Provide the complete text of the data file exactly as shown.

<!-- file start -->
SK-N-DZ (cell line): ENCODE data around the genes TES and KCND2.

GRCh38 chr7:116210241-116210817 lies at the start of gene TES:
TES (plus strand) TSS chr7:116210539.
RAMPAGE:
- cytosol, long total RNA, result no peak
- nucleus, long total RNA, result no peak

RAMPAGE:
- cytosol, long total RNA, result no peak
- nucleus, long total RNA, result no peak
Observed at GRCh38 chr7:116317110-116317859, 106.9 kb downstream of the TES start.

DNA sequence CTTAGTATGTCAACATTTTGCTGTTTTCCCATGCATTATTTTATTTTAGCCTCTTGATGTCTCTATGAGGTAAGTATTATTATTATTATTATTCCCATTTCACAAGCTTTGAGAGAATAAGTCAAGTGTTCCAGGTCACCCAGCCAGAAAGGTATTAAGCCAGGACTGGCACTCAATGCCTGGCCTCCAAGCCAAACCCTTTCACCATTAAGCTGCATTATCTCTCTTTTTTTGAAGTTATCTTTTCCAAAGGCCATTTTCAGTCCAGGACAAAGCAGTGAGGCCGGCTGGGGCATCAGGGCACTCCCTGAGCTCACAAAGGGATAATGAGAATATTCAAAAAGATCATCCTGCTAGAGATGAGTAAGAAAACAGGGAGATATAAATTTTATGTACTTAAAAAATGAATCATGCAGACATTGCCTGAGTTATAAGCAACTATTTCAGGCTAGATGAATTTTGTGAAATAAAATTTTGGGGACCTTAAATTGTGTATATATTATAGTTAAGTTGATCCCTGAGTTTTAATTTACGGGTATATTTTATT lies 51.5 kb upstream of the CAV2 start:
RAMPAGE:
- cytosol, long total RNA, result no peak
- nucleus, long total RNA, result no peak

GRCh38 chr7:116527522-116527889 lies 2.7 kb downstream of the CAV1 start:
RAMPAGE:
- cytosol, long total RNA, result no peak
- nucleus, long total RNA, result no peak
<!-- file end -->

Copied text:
SK-N-DZ (cell line): ENCODE data around the genes TES and KCND2.

GRCh38 chr7:116210241-116210817 lies at the start of gene TES:
TES (plus strand) TSS chr7:116210539.
RAMPAGE:
- cytosol, long total RNA, result no peak
- nucleus, long total RNA, result no peak

RAMPAGE:
- cytosol, long total RNA, result no peak
- nucleus, long total RNA, result no peak
Observed at GRCh38 chr7:116317110-116317859, 106.9 kb downstream of the TES start.

DNA sequence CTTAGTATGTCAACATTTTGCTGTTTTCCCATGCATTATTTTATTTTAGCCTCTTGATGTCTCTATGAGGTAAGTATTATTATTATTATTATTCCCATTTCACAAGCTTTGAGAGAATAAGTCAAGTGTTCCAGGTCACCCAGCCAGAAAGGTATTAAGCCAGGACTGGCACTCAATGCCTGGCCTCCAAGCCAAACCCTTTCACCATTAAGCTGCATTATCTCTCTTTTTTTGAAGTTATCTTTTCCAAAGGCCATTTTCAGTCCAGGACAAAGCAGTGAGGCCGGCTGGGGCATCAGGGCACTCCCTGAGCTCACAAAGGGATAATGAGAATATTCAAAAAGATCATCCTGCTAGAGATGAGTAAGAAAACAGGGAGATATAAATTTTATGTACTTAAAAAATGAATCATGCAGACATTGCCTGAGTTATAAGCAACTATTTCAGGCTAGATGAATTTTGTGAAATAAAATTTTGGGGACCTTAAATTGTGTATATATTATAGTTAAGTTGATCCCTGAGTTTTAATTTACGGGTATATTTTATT lies 51.5 kb upstream of the CAV2 start:
RAMPAGE:
- cytosol, long total RNA, result no peak
- nucleus, long total RNA, result no peak

GRCh38 chr7:116527522-116527889 lies 2.7 kb downstream of the CAV1 start:
RAMPAGE:
- cytosol, long total RNA, result no peak
- nucleus, long total RNA, result no peak